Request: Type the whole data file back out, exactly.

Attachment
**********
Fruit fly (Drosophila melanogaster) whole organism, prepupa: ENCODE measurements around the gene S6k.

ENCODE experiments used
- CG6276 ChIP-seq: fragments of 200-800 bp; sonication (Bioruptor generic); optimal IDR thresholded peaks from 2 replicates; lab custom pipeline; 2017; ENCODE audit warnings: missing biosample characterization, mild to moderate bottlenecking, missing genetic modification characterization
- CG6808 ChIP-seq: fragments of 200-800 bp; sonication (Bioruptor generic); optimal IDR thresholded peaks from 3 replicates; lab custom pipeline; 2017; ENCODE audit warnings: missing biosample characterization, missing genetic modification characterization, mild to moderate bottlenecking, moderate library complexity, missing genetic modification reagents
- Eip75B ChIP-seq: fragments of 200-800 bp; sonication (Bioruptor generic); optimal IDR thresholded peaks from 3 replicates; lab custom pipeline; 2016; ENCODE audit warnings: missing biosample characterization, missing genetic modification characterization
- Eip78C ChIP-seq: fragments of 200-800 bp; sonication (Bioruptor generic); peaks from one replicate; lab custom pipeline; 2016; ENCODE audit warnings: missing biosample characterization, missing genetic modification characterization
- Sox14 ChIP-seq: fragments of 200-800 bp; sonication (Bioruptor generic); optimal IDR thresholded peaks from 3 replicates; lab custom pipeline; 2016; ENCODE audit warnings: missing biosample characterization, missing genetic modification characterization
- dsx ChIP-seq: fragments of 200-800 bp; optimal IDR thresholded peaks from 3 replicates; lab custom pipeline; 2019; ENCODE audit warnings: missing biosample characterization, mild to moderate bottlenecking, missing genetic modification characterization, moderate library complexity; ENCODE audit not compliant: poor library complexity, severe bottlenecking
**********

Fruit fly (Drosophila melanogaster) whole organism, prepupa: ENCODE measurements around the gene S6k.

ENCODE experiments used
- CG6276 ChIP-seq: fragments of 200-800 bp; sonication (Bioruptor generic); optimal IDR thresholded peaks from 2 replicates; lab custom pipeline; 2017; ENCODE audit warnings: missing biosample characterization, mild to moderate bottlenecking, missing genetic modification characterization
- CG6808 ChIP-seq: fragments of 200-800 bp; sonication (Bioruptor generic); optimal IDR thresholded peaks from 3 replicates; lab custom pipeline; 2017; ENCODE audit warnings: missing biosample characterization, missing genetic modification characterization, mild to moderate bottlenecking, moderate library complexity, missing genetic modification reagents
- Eip75B ChIP-seq: fragments of 200-800 bp; sonication (Bioruptor generic); optimal IDR thresholded peaks from 3 replicates; lab custom pipeline; 2016; ENCODE audit warnings: missing biosample characterization, missing genetic modification characterization
- Eip78C ChIP-seq: fragments of 200-800 bp; sonication (Bioruptor generic); peaks from one replicate; lab custom pipeline; 2016; ENCODE audit warnings: missing biosample characterization, missing genetic modification characterization
- Sox14 ChIP-seq: fragments of 200-800 bp; sonication (Bioruptor generic); optimal IDR thresholded peaks from 3 replicates; lab custom pipeline; 2016; ENCODE audit warnings: missing biosample characterization, missing genetic modification characterization
- dsx ChIP-seq: fragments of 200-800 bp; optimal IDR thresholded peaks from 3 replicates; lab custom pipeline; 2019; ENCODE audit warnings: missing biosample characterization, mild to moderate bottlenecking, missing genetic modification characterization, moderate library complexity; ENCODE audit not compliant: poor library complexity, severe bottlenecking